“I want to be an aviator, but I’m going to be an engineer first and work on wind turbines and figure out how they work and how best to design them,” he said. “Working on this project with Josh has been great fun, but eventually my main goal in life is to fly.”
Maya Ravi is a 13-year-old Guilderland resident and an eighth grader at Albany Academy for Girls, which had teams finishing second and third behind B-P in the middle school division. She also wants to be an engineer.
“We’ve been working on this project since the beginning of the school year,” she said. “We had a practice competition at school and we had one of the three best teams. After doing this project, I am very much considering becoming an engineer. I mostly like building things and coming up with new ideas. I’m all about change and improving things.”
KidWind is a national not-for-profit organization whose mission is as follows: “To provide effective hands-on learning resources that bring renewable energy education to teachers and their students worldwide.” GE has been involved in sponsoring the event for two years, and along with the financial contribution provides employees who volunteer and act as coaches for the different student teams.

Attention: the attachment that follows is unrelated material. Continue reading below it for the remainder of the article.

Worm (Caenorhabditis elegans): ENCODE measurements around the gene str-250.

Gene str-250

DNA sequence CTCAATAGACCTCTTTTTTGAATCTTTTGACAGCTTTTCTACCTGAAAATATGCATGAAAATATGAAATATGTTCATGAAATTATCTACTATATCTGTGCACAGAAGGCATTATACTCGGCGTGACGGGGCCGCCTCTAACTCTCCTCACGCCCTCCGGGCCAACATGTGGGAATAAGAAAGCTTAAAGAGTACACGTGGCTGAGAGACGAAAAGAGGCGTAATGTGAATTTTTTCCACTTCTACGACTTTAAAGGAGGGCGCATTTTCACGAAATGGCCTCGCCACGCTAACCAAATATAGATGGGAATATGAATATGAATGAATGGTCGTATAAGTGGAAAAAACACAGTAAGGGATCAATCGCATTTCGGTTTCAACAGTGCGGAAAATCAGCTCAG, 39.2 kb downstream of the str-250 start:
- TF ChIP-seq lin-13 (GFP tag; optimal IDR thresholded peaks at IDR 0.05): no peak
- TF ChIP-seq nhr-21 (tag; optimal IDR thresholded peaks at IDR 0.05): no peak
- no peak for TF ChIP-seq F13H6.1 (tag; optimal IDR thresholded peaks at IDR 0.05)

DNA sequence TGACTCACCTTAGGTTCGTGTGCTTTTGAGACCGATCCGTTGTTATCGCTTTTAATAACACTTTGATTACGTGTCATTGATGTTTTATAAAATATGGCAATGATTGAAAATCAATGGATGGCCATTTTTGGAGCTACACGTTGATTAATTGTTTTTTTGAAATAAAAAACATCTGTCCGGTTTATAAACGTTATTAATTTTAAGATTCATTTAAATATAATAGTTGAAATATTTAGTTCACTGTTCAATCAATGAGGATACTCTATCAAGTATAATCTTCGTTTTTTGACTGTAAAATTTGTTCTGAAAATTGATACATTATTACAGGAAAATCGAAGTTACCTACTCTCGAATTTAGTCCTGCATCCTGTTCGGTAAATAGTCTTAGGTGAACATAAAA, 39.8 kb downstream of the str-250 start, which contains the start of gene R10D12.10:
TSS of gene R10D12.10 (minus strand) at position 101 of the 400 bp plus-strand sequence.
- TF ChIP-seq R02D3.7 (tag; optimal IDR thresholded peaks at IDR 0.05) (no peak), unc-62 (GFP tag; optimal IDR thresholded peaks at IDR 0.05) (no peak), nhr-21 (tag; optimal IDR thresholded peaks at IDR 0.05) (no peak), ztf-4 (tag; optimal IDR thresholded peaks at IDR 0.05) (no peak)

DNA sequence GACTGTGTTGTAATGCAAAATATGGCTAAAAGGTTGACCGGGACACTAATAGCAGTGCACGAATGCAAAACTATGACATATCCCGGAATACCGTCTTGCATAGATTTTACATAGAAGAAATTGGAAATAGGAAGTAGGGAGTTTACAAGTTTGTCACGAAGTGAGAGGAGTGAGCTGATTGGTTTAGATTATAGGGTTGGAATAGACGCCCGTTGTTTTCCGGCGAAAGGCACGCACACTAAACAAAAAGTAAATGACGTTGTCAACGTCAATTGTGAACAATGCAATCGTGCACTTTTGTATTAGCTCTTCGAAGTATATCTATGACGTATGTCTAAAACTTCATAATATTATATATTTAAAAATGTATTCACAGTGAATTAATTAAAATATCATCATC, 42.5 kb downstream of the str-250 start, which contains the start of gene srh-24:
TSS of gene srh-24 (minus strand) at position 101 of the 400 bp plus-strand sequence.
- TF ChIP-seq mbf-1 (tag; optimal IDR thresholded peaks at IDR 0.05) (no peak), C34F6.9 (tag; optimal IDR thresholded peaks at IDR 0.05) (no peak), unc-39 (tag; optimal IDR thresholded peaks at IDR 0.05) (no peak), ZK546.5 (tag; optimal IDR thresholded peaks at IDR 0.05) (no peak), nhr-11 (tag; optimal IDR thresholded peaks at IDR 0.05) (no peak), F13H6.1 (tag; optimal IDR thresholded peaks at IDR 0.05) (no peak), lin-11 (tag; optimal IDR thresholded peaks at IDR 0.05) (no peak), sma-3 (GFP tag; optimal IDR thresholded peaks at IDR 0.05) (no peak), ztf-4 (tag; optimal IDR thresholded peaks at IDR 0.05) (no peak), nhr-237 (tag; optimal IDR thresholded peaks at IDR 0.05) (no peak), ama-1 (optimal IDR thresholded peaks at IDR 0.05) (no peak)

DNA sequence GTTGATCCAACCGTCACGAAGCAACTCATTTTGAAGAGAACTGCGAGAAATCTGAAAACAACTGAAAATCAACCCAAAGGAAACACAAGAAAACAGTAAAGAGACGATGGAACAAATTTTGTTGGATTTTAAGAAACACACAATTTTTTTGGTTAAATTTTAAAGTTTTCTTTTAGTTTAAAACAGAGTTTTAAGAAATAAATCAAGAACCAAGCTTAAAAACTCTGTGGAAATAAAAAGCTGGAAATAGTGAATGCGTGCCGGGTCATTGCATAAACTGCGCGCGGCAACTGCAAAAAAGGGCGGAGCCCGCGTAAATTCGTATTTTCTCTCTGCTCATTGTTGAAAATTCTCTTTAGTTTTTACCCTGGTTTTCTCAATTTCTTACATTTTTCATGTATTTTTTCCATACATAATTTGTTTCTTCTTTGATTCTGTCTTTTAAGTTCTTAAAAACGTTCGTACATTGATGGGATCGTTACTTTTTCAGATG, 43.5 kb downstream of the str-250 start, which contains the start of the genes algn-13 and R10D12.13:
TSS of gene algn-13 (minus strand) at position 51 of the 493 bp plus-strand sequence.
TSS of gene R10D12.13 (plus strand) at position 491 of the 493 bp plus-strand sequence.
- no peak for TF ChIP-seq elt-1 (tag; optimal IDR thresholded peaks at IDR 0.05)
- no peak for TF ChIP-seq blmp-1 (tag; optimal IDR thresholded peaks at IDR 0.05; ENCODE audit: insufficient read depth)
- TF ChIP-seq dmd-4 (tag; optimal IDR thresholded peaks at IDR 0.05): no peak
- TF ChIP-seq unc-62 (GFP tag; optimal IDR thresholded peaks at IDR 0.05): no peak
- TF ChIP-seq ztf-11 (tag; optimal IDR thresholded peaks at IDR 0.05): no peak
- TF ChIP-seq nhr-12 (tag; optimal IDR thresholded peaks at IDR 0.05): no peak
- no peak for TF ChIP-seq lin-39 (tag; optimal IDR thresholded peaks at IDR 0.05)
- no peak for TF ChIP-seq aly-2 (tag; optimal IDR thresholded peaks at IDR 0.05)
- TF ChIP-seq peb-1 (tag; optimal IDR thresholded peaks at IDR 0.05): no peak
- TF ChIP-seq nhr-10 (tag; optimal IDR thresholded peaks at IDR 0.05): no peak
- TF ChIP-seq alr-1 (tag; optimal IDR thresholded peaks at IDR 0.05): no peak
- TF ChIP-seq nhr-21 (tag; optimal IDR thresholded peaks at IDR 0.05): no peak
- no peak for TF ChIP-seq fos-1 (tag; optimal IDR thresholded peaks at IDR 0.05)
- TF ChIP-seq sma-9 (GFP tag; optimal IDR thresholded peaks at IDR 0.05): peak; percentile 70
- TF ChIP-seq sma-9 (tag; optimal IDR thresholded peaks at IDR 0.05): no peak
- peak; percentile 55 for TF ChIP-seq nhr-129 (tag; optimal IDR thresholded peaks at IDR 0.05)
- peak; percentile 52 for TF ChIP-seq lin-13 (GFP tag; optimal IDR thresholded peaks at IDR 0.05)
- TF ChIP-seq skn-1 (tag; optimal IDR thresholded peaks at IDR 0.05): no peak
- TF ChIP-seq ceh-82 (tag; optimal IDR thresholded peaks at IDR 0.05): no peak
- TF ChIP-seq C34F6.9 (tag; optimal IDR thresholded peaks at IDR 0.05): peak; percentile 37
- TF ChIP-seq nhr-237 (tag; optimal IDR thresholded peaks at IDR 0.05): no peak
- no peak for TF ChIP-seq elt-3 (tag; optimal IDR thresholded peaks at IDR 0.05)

“We had a network of teachers we reached out to, and we hosted an event for all the school superintendents in the area,” said J.D. Brannock, who was also in charge of overseeing all of Saturday’s event. “We told them what we were doing, we encouraged them to participate, and we got around 34 schools last year. It was pretty popular, and this year we didn’t do much outreach because most of the schools came to us directly.”
Chris Schmitt, who has worked at GE for 16 years as an engineer, was a coach for the Albany Academy girls.
“There are definitely some young Edisons and Steinmetzes here,” said Schmitt, referring to the two scientific geniuses prominent in the early success of GE more than 100 years ago. “This one team actually used additive manufacturing and made their own gears, so they had a computer-driven plastic deposition printer donated to the school. That’s pretty cutting edge stuff, so it’s amazing what these kids are coming up with.”